Orthodox Pentecost 2017 and 2018
Pentecost Sunday and Pentecost Monday is a very large celebration in Romania. Often referred to as Whit Sunday and Whit Monday outside of the country, this is the last official holiday of the orthodox Easter season.
|2017||4 Jun||Sun||Orthodox Pentecost|
|5 Jun||Mon||Orthodox Whit Monday|
|2018||27 May||Sun||Orthodox Pentecost|
|28 May||Mon||Orthodox Whit Monday|
Pentecost Sunday is exactly 50 days after Easter Sunday and signifies the day when the Holy Spirit ascended unto the Apostles and gave them the ability to spread their teachings in all different languages.
All businesses in Romania are closed on both Pentecost Sunday and Monday. These are official national holidays and government and bank offices are also closed for the celebration.
A Holiday Immersed In Ancient Beliefs
The Pentecost holiday is known as Rusalii in Romania, especially in the more rural areas of the country. Rusalii refers to ancient beliefs and superstitions that to this day are still practiced at Pentecost.
In folklore tradition, on Maundy Thursday (Thursday before Easter) all the restless spirits of young girls that have died rise to roam the earth. These spirits take the form of fairies and similar beings and roam the forests and gather near pools of water. Their songs are said to drive men mad and that if you see one, you will suffer from insanity until you are cleansed of the vision. It is on Pentecost that these spirts must be returned to their true form, and special ceremonies must be performed.
A group of men dressed in traditional Romanian clothes and known as the Culusari, a secret society of men who are charged with the duty of fighting these spirits, perform a special dance to ward off these sprits. This dance takes place in the streets, in the yards of people affected, and in the city squares to protect the town. The dance is only performed on Pentecost Monday.
At this time, the Culusari will also help cure the sick. It is Romanian belief that the Culusari can make sickness leave your body if you lay flat on the ground and they jump over you, but only on Pentecost.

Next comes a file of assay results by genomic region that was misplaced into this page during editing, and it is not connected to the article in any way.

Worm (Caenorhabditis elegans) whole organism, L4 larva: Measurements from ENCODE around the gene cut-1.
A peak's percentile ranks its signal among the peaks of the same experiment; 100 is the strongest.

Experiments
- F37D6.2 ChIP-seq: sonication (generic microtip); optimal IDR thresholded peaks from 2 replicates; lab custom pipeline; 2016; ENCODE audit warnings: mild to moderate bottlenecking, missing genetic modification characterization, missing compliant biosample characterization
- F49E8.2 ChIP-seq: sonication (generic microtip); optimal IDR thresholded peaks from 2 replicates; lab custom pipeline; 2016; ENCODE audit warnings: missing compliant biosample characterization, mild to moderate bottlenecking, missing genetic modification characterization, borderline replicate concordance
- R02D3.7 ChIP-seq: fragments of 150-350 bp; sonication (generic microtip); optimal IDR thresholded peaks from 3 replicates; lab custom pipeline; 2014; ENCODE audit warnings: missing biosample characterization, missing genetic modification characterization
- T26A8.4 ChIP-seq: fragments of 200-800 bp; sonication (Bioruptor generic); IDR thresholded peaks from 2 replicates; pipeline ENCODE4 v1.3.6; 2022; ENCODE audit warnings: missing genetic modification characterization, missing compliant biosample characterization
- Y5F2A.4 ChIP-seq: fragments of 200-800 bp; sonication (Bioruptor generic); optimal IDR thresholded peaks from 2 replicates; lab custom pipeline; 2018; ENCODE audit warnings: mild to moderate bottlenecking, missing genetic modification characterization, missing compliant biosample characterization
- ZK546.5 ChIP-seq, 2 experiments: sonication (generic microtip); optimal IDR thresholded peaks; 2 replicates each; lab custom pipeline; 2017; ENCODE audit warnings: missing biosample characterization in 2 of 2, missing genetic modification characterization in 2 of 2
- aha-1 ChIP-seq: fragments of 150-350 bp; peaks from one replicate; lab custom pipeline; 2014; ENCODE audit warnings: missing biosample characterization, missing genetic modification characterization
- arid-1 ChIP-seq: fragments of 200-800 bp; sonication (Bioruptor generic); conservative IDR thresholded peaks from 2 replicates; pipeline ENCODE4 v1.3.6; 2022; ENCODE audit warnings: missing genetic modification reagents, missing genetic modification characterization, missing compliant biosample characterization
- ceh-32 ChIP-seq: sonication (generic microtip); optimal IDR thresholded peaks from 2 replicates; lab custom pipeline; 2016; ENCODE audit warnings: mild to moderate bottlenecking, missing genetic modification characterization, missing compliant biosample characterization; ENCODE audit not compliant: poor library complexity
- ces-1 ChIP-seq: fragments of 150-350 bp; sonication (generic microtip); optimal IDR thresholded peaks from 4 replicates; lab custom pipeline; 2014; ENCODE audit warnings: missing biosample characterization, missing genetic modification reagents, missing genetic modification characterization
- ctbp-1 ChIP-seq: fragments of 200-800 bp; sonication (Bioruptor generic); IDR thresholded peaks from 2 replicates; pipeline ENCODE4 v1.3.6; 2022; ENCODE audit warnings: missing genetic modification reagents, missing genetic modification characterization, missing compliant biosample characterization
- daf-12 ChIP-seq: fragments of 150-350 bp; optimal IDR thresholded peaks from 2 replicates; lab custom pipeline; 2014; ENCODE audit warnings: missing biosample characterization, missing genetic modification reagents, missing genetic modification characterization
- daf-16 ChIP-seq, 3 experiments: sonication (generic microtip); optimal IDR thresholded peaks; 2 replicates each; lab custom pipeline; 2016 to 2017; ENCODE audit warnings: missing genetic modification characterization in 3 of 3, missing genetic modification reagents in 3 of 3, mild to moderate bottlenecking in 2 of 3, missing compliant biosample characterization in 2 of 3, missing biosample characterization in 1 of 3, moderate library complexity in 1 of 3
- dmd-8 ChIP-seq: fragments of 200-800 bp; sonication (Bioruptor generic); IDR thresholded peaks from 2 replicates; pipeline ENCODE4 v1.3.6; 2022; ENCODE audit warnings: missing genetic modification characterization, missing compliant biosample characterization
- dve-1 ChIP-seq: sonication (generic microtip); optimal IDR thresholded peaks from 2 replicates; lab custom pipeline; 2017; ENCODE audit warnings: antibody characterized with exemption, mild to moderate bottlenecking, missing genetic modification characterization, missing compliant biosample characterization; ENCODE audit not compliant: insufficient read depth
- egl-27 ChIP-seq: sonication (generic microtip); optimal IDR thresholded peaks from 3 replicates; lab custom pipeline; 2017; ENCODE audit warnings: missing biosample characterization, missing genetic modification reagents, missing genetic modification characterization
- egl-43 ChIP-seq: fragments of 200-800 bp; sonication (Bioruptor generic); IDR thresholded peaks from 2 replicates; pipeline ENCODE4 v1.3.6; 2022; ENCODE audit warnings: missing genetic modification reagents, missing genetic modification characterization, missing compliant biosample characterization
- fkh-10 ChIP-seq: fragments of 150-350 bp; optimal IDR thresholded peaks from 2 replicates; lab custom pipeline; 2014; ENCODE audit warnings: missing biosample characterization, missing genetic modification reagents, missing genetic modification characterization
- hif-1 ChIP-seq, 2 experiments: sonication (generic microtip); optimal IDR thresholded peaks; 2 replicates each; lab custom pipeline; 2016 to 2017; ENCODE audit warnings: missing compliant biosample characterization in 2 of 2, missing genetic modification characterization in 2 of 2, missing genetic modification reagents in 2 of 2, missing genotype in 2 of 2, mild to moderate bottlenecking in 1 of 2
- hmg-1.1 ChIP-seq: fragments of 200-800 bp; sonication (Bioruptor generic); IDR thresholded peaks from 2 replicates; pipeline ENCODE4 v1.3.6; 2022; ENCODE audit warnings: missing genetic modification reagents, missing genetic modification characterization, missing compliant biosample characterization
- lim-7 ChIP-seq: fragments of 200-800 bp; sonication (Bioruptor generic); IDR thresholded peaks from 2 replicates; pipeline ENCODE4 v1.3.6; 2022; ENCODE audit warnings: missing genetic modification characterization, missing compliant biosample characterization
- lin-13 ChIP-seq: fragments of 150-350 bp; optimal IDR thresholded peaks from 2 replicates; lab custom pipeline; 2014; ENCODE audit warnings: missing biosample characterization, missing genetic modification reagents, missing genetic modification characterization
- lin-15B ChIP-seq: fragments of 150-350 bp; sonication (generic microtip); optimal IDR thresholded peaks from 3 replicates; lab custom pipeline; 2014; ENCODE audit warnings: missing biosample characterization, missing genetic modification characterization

Other traditional celebrations include having walnut and lime twigs blessed so that they can be hung over doorways and carried in pockets for good luck throughout the year. Garlic oil is often rubbed on the outside doors of a home to ward off evil spirits on Pentecost, and people are forbidden to argue on these two days because arguments keep the spirits earthbound.
Religious and Modern Celebrations
Orthodox Pentecost church services are conducted on the morning of Pentecost Sunday and everyone is encouraged to wear red. Red signifies the fire of the Holy Spirit entering into the Apostles. After mass has been conducted, most people celebrate with a very large meal with their family and friends.
Throughout the evening of Pentecost and all during the next day, many feasts will take place as well as cultural events, including dancing, singing, and plays. Many of these celebrations will also combine some of the folklore traditions into the celebrations, much to the distaste of the church. However, religion and traditional beliefs are very strong in Romania and it is very hard to separate one from the other.
Latest news from publicholidays.global
Discover Australia’s two longest passenger train routes
Travelling by train is a fantastic way to explore Australia. The country boasts a number of very efficient train services…
Why the date of Easter changes every year
Easter ranks among the most prominent holidays in the western world, and is considered by many to be the most…